Commencing with the ‘seemingly’ simply illustration of a chair, and posing a question as to the very existence of that object, Bertrand Russell opens to the reader the amazing, complex and contradicting world of Philosophy. Weaving an intricate pattern of thoughts, highlighting paradoxical postulates and rudimentary concepts, this prolific, erudite and intellectual genius, strives to make the subject of Philosophy not only attractive but also indispensable.
Laying out the assertions of rationalists and the arguments of empiricists, Russell in this compact work introduces the reader to the notions of the Universals vis-a-vis particulars, the pull and tug of truth and falsehood; and the dizzying notions of the descriptive and the sense datum. Hegelian Fragmentary theories of the Universe and Descartes’ musings on duality are dealt with in a manner that is simple to fathom and in a style boasting of no pompousness.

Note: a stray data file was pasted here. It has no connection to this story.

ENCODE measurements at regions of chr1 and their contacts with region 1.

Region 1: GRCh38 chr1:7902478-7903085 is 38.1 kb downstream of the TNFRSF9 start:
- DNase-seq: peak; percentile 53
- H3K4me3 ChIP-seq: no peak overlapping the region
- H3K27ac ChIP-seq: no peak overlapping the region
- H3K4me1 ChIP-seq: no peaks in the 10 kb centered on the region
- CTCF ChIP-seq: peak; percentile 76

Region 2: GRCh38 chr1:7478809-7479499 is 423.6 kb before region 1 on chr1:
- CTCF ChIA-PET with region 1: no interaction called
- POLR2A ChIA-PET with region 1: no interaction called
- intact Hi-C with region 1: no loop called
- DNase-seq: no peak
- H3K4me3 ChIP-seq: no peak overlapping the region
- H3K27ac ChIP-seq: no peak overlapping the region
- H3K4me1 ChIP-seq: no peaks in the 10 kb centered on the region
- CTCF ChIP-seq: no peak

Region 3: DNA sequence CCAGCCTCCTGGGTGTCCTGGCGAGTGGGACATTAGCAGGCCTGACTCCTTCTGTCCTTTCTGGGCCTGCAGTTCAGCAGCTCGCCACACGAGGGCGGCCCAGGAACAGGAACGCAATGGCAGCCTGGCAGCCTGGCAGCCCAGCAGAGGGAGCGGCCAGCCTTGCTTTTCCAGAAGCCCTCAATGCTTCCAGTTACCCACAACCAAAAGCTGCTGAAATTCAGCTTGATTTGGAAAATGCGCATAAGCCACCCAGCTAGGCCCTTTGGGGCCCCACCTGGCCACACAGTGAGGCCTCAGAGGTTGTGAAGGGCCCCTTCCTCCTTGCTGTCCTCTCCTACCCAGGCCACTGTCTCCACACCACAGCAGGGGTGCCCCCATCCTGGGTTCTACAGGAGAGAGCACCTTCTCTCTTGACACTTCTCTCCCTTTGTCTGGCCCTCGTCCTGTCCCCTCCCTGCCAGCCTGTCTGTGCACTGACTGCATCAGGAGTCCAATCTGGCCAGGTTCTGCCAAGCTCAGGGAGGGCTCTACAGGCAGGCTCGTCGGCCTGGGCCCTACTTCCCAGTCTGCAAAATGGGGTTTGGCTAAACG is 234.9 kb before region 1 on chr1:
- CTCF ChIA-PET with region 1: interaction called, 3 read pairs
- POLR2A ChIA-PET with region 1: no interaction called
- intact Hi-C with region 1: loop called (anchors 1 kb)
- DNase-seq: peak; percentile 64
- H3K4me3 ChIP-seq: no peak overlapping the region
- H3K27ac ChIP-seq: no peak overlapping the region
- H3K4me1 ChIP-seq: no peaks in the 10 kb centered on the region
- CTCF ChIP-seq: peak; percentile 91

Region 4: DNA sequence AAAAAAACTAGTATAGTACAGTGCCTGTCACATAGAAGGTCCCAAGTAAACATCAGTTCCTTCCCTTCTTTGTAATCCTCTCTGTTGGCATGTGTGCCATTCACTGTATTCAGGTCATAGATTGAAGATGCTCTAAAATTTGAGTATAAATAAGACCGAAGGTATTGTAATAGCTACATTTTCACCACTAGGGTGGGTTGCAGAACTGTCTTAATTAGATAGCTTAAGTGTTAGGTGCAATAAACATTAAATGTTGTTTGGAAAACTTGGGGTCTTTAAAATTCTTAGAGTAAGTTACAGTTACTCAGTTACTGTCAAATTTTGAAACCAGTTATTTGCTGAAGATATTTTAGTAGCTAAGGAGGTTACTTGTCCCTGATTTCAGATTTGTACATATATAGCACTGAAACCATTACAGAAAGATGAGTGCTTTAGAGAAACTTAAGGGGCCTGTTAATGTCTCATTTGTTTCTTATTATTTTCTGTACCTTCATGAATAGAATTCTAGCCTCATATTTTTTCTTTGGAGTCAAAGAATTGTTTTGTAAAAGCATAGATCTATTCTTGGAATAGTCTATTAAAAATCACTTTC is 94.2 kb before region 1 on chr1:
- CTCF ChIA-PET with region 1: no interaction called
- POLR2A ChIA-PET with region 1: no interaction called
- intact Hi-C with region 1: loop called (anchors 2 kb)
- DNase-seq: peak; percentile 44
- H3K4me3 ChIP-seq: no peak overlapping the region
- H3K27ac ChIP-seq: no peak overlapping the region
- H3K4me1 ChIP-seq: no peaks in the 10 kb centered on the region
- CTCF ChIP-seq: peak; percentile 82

As Russell himself concedes in a stupendous epilogue, Philosophy does not profess to provide clinching evidence or lay claims to concrete proofs. It is the questions more than the conflicting set of answers that are most relevant if one has to enrich one’s understanding of the Universe and most importantly broaden the horizon of perception.
“The Problems of Philosophy” – to read, re-read and then read!